Saturday, October 17, 2009
Kevin Vanhoozer's 10 theses on Theological Interpretation
I am fortunate enough to have a copy of Kevin Vanhoozer's paper on "Systematic Theology: The State of the Evangelical (Dis)union" delivered at Gordon-Conwell. It includes these 10 theses on theological interpretation:
1. The nature and function of the Bible are insufficiently grasped unless and until we see the Bible as an element in the economy of triune discourse.
2. An appreciation of the theological nature of the Bible entails a rejection of a methodological atheism that treats the texts as having a “natural history” only.
3. The message of the Bible is “finally” about the loving power of God for salvation (Rom. 1:16), the definitive or final gospel Word of God that comes to brightest light in the word’s final form.
4. Because God acts in space-time (of Israel, Jesus Christ, and the church), theological interpretation requires thick descriptions that plumb the height and depth of history, not only its length.
5. Theological interpreters view the historical events recounted in Scripture as ingredients in a unified story ordered by an economy of triune providence.
6. The Old Testament testifies to the same drama of redemption as the New, hence the church rightly reads both Testaments together, two parts of a single authoritative script.
7. The Spirit who speaks with magisterial authority in the Scripture speaks with ministerial authority in church tradition.
8. In an era marked by the conflict of interpretations, there is good reason provisionally to acknowledge the superiority of catholic interpretation.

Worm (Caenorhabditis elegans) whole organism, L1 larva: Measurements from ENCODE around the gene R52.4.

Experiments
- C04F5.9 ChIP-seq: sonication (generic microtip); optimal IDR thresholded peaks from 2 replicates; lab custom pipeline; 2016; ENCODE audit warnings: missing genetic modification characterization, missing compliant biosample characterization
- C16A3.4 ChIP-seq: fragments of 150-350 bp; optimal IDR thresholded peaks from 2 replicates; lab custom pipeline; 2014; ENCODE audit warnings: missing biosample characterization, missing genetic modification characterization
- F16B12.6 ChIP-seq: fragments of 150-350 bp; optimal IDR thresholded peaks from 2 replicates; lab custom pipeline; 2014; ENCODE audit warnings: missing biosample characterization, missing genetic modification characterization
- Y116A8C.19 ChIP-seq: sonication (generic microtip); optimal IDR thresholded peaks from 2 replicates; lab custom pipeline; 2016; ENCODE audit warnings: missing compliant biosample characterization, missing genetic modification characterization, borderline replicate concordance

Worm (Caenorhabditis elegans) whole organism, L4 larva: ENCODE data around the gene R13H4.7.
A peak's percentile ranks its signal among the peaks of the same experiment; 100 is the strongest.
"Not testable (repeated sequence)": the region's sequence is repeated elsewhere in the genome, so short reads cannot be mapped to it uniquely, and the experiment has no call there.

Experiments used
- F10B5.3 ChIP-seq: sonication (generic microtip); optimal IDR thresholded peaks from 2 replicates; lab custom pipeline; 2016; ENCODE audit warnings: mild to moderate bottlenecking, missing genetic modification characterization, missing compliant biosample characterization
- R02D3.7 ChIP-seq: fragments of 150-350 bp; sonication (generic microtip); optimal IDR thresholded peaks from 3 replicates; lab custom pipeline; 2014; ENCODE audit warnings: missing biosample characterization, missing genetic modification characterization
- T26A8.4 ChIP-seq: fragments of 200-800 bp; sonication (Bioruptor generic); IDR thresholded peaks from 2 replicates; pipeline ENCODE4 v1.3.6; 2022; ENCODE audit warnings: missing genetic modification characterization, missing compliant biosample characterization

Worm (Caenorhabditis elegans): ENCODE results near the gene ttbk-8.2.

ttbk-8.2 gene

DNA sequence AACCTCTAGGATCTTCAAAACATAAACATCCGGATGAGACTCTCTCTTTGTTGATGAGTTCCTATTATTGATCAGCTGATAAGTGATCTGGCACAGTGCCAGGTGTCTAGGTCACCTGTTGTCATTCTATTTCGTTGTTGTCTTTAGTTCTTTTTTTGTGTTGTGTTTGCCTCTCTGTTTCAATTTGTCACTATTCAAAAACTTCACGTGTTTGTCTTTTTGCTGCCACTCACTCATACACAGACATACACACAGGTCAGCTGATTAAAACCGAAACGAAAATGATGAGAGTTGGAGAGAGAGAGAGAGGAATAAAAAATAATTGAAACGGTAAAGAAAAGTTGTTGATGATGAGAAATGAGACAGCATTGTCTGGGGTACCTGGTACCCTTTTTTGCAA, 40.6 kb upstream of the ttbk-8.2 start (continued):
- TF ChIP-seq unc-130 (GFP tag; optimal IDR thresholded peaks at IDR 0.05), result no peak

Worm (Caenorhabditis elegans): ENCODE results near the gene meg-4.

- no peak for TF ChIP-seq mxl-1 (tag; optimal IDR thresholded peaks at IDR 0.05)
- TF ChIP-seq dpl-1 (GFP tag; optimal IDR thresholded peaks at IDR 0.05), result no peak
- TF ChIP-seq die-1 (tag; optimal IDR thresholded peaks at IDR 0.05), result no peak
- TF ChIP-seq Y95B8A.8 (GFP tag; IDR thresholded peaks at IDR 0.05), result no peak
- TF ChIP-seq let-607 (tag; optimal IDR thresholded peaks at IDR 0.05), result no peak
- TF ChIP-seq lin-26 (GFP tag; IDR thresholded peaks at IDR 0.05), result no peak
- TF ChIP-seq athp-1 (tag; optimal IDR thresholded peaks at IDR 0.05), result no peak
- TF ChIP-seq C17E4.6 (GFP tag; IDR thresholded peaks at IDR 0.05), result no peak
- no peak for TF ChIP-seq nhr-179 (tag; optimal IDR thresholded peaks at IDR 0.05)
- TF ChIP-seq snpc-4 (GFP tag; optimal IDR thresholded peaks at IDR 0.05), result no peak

9. The end of biblical interpretation is not simply communication - the sharing of information - but communion, a sharing in the light, life, and love of God.
10. The church is that community where good habits of theological interpretation are best formed and where the fruit of these habits are best exhibited.
I really liked this quote from Vanhoozer towards the end of the paper:
"Seminary faculties need the courage to be evangelically Protestant for the sake of forming theological interpreters of Scripture able to preach and minister the word. The preacher is a “man on a wire,” whose sermons must walk the tightrope between Scripture and the contemporary situation. I believe that we should preparing our best students for this gospel ministry. The pastor-theologian, I submit, should be evangelicalism’s default public intellectual, with preaching the preferred public mode of theological interpretation of Scripture."